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why you should just pack up and go.

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As a culture we plan far too much. Our calendars are so full of appointments, meetings, workouts, deadlines, and coffee dates that if we lost them we wouldn’t know where to turn. My life in college was a prime example. I was in so many groups, had so many jobs, and juggled so many assignments that I sometimes felt like a robot, trudging through my calendar and to-do list without thought.

The road trip was a big, dramatic way for me to turn this around; it was a huge success. We crossed the country without a plan. No deadline, no itinerary, no destination. Just each other, a general direction, all materials we might need, and an atlas. The result of this approach was that we never felt rushed, we were able to thoroughly enjoy the places and moments we loved and rush through those that weren’t jiving so well. The lessons I gained from these experiences have transferred into my stationary life – I’m more flexible, spontaneous, and present than before. I hope my “How to Travel Spontaneously” tips can help your next adventure provide you with the same.

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dear minimalism: can I have my home back?

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Back in March I wrote this post about minimalism. I told you that “stuff is just stuff” and that “as a culture we’re drowning in the chaos of our material lives, in our anxiety about getting rid of anything we might possibly regret.”

Then, a few days later, I took a step back and revised my original statement in this post. I argued that not all stuff is just stuff. A lot of material goods are useful to have (like tools, kitchen supplies, etc). I decided that if even if I’m moving towards a minimalist lifestyle I shouldn’t feel guilty about keeping items that I actually use on a regular basis.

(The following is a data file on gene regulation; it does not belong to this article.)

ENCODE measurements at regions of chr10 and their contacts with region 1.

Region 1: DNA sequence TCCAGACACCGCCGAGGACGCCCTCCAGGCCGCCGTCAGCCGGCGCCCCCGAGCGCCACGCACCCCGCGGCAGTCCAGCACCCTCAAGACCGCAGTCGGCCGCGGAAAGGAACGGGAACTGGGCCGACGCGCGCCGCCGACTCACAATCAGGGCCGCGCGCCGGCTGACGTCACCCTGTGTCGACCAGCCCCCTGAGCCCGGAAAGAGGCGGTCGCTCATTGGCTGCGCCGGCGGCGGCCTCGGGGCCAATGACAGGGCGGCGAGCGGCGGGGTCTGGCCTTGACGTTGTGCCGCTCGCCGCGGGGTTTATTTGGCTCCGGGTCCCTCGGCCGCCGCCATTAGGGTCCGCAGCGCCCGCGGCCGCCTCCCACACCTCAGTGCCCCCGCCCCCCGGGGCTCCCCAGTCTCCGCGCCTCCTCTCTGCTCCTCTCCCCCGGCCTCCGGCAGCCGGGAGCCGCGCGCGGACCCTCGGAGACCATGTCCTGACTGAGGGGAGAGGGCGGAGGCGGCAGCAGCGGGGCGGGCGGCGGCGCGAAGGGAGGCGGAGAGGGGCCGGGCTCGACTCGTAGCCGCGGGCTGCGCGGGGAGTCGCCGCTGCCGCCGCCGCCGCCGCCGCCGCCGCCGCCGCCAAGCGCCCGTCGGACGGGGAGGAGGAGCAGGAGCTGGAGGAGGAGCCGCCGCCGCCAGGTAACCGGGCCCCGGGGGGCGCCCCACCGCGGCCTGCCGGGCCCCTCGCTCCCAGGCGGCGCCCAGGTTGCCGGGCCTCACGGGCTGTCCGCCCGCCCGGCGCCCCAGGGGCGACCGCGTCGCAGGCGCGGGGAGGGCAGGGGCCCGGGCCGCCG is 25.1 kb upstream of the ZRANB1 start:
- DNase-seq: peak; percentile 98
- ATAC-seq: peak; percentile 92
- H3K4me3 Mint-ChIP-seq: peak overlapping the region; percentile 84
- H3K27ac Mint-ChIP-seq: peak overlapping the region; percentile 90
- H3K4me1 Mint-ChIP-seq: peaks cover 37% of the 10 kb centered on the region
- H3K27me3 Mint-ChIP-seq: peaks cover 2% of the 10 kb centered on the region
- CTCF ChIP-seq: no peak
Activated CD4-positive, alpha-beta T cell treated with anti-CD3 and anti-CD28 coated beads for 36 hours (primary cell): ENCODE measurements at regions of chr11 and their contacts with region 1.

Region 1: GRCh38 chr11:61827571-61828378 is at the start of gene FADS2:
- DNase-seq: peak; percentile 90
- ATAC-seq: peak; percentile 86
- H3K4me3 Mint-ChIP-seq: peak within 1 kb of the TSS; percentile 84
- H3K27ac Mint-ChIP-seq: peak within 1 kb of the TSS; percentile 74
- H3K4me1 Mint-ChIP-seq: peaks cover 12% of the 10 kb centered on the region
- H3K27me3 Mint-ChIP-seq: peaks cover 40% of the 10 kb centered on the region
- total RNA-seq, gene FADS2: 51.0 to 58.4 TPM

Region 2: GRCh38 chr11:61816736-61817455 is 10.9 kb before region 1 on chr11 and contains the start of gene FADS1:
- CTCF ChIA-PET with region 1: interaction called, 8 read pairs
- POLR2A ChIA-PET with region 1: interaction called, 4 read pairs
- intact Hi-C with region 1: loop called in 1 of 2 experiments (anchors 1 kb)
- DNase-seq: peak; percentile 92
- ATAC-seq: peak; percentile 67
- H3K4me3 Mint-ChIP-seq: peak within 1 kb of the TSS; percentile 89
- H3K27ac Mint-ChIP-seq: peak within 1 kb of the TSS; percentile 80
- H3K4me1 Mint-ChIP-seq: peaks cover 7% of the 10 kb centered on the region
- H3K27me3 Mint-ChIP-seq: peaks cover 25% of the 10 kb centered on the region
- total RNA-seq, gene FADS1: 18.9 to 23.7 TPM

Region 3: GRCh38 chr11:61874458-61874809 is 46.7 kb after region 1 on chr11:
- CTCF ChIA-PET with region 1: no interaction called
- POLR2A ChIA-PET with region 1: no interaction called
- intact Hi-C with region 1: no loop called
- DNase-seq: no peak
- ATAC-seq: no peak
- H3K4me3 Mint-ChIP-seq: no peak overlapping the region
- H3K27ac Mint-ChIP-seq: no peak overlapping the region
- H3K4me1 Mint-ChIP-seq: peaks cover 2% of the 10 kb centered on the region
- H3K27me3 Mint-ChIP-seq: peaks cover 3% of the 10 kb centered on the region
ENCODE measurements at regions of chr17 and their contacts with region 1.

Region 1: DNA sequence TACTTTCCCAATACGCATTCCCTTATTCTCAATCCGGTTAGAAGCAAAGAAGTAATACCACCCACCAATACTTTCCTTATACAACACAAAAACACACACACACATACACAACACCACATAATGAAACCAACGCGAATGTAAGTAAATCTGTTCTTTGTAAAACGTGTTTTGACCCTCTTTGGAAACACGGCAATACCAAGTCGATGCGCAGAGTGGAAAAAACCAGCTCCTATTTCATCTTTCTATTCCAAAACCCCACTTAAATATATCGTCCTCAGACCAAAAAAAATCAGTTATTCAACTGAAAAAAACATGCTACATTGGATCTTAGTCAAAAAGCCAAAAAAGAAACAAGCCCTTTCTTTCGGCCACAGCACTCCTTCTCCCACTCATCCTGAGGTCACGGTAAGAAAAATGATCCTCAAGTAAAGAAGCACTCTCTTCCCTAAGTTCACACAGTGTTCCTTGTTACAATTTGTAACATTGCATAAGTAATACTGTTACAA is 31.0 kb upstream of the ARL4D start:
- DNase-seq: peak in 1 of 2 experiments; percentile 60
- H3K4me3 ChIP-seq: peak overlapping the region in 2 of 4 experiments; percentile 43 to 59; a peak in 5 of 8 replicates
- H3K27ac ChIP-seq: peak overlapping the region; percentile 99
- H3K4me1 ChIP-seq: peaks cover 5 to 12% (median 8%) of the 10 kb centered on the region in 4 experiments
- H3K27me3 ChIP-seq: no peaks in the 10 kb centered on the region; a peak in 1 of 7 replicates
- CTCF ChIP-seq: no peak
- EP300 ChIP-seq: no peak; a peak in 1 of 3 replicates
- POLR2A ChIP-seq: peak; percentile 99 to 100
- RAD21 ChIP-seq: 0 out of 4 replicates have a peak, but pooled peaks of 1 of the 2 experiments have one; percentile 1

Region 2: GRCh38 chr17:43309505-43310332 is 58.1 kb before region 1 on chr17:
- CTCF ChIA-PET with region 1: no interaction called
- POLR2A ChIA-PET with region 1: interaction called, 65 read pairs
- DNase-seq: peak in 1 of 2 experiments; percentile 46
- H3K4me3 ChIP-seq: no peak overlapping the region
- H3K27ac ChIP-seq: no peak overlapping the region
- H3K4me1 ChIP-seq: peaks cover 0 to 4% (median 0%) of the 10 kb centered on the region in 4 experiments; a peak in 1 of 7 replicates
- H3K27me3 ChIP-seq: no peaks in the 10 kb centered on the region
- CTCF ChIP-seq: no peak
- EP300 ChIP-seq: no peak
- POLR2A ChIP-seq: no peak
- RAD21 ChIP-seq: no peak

When I minimized my life last spring I was preparing to move across the country. Everything had to go that wasn’t a necessity, there simply wasn’t space for anything frivolous. I won’t lie – it felt really great. I felt all the feelings that minimalist spokespersons tell us we’ll feel – liberated, less stressed, calmer, etc.

But then I moved into my new apartment last month and unpacked. Now I take back something I said in my first post about minimalism. I claimed that “For the record: I’ve never regretted getting rid of anything.” That’s no longer true.

I miss a lot of the useless stuff I left behind. 

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tour de farms.

Once I overcame the annoyance of constantly avoiding other bikers, the Tour de Farms was extremely enjoyable. Saturday morning I rode 25 miles with dozens of other Durango locals to tour small farms in the Animas Valley (David was going to join me but he decided to go get 6th place at the Silverton Alpine 50k instead, without training I should add). The annual event is hosted and coordinated by The Garden Project of Southwest Colorado and the Colorado State University Extension.

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Lined up outside the Smiley Building.

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how to make moving less formidable.